Senator Sheldon Whitehouse of Rhode Island wrote in a letter on Tuesday to John Barrasso, chairman of the Senate Committee on Environment and Public Works, that the E.P.A.’s Homeland Security Intelligence Team reviewed an October memo and found no specific credible threats to the administrator. The October memo was created by Mr. Pruitt’s protective security detail, led by Pasquale Perrotta, who is known as Nino, and was used to justify much of Mr. Pruitt’s large security detail and first-class travel.
The same February assessment described repeated efforts by E.P.A. intelligence officials to tell the agency’s inspector general and senior leadership “that ‘the threat’ to the Administrator was being inappropriately mischaracterized” by Mr. Pruitt’s security detail, Mr. Whitehouse wrote in the letter, sent jointly with Senator Tom Carper, a Democrat of Delaware.
“It is hard to reconcile the public statements of E.P.A., and the President, with these internal and external assessments,” Mr. Whitehouse and Mr. Carper wrote. They also acknowledged, though, that the materials may be incomplete.
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The documents weren’t publicly released with the letter, they said, in order to protect any current security efforts that may be in effect.
The courts, for instance, found that the E.P.A. had ignored clear legal statutes when they ruled that Mr. Pruitt had illegally delayed a regulation curbing methane emissions from new oil and gas wells and that the agency had broken the law by missing a deadline last year to enact ozone restrictions.
In other cases — including one in which a federal court ordered the E.P.A. to act on a Connecticut request to reduce pollution from a Pennsylvania power plant, and one where judges demanded quick action from the agency on new lead paint standards — the courts warned Mr. Pruitt that avoiding enacting regulations already on the books was an inappropriate effort to repeal a rule without justifying the action.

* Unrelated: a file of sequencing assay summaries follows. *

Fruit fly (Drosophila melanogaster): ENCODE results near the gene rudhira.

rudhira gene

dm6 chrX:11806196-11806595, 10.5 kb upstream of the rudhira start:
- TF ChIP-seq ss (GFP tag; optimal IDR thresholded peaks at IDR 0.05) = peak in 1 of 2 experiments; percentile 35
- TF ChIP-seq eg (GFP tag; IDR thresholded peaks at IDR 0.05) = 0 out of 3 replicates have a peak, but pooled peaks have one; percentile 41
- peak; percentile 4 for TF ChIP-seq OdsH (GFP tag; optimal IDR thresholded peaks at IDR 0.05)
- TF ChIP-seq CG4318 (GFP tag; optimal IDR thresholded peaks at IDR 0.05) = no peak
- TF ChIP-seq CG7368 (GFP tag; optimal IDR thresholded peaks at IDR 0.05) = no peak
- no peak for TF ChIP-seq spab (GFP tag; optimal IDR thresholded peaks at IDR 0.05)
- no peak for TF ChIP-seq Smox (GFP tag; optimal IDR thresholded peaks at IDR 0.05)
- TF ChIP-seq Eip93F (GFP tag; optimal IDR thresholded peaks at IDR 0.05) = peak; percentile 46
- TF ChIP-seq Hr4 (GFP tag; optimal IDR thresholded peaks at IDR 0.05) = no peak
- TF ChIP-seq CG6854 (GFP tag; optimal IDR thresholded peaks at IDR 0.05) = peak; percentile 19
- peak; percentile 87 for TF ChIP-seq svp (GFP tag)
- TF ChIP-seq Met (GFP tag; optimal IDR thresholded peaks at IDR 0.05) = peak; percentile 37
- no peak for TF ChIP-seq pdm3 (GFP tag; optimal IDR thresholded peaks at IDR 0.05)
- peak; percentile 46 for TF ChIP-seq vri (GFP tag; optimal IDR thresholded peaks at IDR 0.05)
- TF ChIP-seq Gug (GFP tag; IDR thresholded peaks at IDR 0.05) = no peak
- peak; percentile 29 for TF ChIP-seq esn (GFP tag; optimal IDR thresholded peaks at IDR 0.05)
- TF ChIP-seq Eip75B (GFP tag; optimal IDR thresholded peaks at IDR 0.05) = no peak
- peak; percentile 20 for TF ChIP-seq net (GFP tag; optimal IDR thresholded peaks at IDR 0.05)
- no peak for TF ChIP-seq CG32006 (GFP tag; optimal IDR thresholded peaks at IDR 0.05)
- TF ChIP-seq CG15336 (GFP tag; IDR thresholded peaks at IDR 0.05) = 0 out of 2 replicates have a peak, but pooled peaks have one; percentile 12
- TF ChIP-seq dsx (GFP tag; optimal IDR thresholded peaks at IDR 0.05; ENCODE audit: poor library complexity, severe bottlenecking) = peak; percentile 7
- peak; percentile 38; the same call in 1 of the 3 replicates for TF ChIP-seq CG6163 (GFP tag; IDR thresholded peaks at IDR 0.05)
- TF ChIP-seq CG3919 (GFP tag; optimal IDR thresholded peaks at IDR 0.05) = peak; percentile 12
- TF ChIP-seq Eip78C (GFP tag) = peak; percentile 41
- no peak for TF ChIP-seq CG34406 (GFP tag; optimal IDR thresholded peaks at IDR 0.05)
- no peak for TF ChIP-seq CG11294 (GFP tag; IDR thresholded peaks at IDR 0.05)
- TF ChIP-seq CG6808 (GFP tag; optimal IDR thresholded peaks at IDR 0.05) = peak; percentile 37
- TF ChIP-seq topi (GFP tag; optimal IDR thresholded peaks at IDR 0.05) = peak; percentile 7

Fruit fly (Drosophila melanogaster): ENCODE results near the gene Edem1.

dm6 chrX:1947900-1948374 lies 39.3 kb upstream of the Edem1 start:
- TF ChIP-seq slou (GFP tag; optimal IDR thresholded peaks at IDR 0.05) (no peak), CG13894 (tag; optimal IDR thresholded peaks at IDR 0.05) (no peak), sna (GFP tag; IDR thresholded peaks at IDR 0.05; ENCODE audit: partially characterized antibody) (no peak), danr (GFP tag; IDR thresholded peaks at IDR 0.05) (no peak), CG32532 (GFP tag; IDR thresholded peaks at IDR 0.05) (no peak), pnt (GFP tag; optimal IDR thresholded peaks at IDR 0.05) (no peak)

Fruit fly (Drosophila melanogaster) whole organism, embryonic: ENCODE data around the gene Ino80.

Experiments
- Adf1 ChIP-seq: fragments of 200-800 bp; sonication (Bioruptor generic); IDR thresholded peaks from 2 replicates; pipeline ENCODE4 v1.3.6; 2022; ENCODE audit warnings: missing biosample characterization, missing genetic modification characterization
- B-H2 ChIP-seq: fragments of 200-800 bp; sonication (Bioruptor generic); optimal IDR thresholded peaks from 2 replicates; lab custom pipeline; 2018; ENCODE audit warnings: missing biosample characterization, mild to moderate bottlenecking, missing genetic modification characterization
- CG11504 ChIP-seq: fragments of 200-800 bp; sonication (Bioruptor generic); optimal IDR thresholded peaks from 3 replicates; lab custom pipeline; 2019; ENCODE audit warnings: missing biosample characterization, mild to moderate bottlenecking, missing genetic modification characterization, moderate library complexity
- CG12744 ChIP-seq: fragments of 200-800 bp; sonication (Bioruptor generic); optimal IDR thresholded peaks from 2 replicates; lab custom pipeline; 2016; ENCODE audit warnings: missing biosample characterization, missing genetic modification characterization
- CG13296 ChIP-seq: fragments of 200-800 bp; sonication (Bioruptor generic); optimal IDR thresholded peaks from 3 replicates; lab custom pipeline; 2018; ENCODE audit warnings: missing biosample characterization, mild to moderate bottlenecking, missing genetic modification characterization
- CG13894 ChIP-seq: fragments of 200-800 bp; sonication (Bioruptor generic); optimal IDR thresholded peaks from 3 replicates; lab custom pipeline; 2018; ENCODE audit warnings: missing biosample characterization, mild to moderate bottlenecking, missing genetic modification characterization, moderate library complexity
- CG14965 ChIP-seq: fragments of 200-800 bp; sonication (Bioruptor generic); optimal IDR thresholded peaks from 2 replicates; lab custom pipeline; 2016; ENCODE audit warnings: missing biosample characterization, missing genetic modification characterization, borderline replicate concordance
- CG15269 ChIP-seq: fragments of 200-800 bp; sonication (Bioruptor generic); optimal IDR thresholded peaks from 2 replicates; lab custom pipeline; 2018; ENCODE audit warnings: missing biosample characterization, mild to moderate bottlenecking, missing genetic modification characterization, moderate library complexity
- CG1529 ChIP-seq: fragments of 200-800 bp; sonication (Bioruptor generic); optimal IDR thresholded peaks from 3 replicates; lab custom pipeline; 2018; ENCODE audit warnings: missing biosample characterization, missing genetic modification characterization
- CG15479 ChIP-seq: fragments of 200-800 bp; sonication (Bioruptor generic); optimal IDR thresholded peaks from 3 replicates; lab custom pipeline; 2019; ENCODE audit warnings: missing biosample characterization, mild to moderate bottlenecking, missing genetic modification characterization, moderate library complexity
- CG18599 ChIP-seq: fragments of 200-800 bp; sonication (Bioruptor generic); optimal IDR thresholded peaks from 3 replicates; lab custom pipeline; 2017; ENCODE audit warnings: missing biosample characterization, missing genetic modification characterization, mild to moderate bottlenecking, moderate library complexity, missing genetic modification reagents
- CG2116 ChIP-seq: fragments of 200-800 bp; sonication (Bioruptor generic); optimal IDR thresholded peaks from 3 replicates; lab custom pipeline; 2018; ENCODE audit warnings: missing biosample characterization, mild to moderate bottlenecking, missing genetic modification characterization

“The E.P.A. has a clear duty to act,” a panel of judges of the San Francisco-based Court of Appeals for the 9th Circuit wrote in a 2-1 decision finding that the agency must revise its lead paint standards in 90 days, as regulations required. The agency had tried to delay the revisions for six years.
In an interview on Friday, the White House spokeswoman, Sarah Huckabee Sanders, said that Mr. Trump felt that Mr. Pruitt had done a satisfactory job at the EPA. Her comments suggested that Mr. Pruitt’s work checking off items on the president’s agenda — including rolling back a large number of environmental protections — may weigh heavily as a counterbalance to the ethics questions related to his travel expenses, management practices and his rental of a living space from the wife of a prominent lobbyist.
Describing Mr. Trump’s view of Mr. Pruitt, she said: “He likes the work product.”
Liz Bowman, an E.P.A. spokeswoman, disputed the criticisms of the agency’s work. “E.P.A. does its due diligence, consults with O.M.B. and other federal agencies to ensure that its work is legally defensible,” she said in an email, referring to the Office of Management and Budget, the office that coordinates and evaluates policy across the executive branch.
One of the chief examples cited by Mr. Pruitt’s critics came this week when the E.P.A. filed its legal justification for what is arguably the largest rollback of an environmental rule in the Trump administration: the proposed undoing of an Obama-era regulation aimed at cutting pollution of planet-warming greenhouse gases from vehicle tailpipes.
Mr. Pruitt made his case for the rollback in a 38-page document filed on Tuesday that, experts say, was devoid of the kind of supporting legal, scientific and technical data that courts have shown they expect to see when considering challenges to regulatory changes.
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“There’s an incredible lack of numbers,” said James McCargar, a former senior policy analyst at the E.P.A. who worked on vehicle emissions programs and remains in close touch with career staffers who work on those programs. “If this gets challenged in court, I just don’t see how they provide anything that gives a technical justification to undo the rule.”
The rules Mr. Pruitt is targeting would require automakers to nearly double the average fuel economy of passenger vehicles to 54.5 miles per gallon by 2025. Automakers have argued the rule is onerous, forcing them to invest heavily in building hybrid and electric vehicles.